With every passing day, the use of debit cards, credit cards and online banking seem to become the norm as we inch closer to a cashless society. Given that certain vending machines and self-checkouts are only accepting cards now, are coins falling out of favour?
When we also consider that Canada phased out the penny four years ago and inflation has greatly diminished the purchasing power of low denomination coins, how is it that I became a magnet for people who need to unload some precious “doubloons” because their purse or pocket is getting heavy?
Don’t get me wrong, I completely sympathize and have been on the opposite side of the coin on a few occasions myself.
Given some underlying disc issues in my back that flare up from time to time, I am very much aware of the need to keep the contents of my messenger bag to a manageable weight for my travels to and from the office. If I don’t, and my spine compensates for a few extra contents by shifting a little more to the left, it could lead to neck, back or shoulder issues, which leads to an added visit or two to the chiropractor.
Trust me, I completely understand!
But what sometimes happens is that in the process of unloading their coins at the cash register, each one gets scrutinized like it just came out of a treasure chest and debates ensue as to whether each coin is a nickel or a quarter.
As my purchases start slipping from my sweaty hands, I shift my weight to the other leg to get comfortable. I feel a popping sensation in my back. Beads of sweat start forming on my brow. I need a drink of water. I need to go to the bathroom.
“Oh wait, is that a 1973 quarter with a picture of a Mountie on a horse? I collect those. I’ll keep that one.” And the triage continues.
My stomach starts growling. I remember something I should have picked up in another part of the store, but don’t want to go back and lose my place in the growing line-up.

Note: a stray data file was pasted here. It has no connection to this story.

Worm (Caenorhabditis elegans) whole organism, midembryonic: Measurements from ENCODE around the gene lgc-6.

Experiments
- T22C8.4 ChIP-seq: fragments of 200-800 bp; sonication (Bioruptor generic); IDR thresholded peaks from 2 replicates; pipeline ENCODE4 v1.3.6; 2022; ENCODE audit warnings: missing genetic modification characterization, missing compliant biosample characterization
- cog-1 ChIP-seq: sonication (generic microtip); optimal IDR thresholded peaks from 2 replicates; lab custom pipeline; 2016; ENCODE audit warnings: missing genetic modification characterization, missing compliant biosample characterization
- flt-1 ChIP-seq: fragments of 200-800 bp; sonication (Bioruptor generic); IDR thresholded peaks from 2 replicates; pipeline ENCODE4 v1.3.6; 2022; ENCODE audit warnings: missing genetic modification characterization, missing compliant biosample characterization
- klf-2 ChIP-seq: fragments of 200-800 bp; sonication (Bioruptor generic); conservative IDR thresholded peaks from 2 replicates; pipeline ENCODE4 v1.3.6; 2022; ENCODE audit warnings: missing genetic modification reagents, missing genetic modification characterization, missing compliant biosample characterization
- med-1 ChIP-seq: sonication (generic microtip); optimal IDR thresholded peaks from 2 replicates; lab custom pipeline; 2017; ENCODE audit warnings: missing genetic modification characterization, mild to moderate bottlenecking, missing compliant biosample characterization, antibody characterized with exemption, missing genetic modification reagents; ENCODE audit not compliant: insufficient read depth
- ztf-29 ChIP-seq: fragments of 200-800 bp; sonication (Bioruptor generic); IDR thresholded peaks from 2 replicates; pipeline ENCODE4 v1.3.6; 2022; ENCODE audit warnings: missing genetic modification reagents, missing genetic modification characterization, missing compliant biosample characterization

I can appreciate that we need to stretch our money as far as it can go, and using up those pesky little coins is one way to make our dollars go further.
As for myself, I usually keep my stock of leftover coins under control by using them to buy my morning coffee at work. At a price of $1.65, there are many opportunities to use up my nickels, dimes and quarters. Also, I tend to grab the exact change before I leave the house so there is very little hunting required when I am at the checkout at the cafeteria. Plus our cashier processes our transactions at the speed of light, so I never feel responsible for holding up the line when paying with a handful of correct change.
I sometimes wonder if the coin conundrum is actually karma catching up with me. When I was in high school and university and working at your friendly neighbourhood pharmacy, I was pretty swift myself on the cash register. Given how busy it could get on Saturday afternoons or during the Christmas rush, we had to be as efficient as possible to keep the flow of customers as steady as possible. If we didn’t, the line-ups through the analgesics aisle could get pretty painful.
That being the case, when I announced the total amount like “that’ll be 12.79 please” and I could see the client pulling out a $20 bill, I’d have their change for the twenty ready long before they could say “oh, I have the 79 cents”. When they’d look up and see me with a big smile, holding their change inches away from their hand, they’d usually back down and say “Oh my, you’re quick!” Before they had time to change their mind about handing over coins, I had counted back their change, closed the drawer, torn off the receipt, loaded up their purchases in a bag and cheerfully wished them a great weekend.
In doing so, maybe I had shifted the universal ebb and flow of coinage by rushing our customers, and it’s now payback time with karma
Whether that is true or not, I think the answer is painfully obvious. With every inch we get closer to a cashless society, the opportunities to use excess coins are getting increasingly rare. In doing so, they accumulate, they get heavy, they take up space and they become an annoyance. We all feel it.
That being the case, when someone sees a shining opportunity to free themselves from the clutches of a heavy clutch purse, the patience and generosity of spirit to let those precious coins change hands is a small gesture of kindness and empathy to which we should all aspire.
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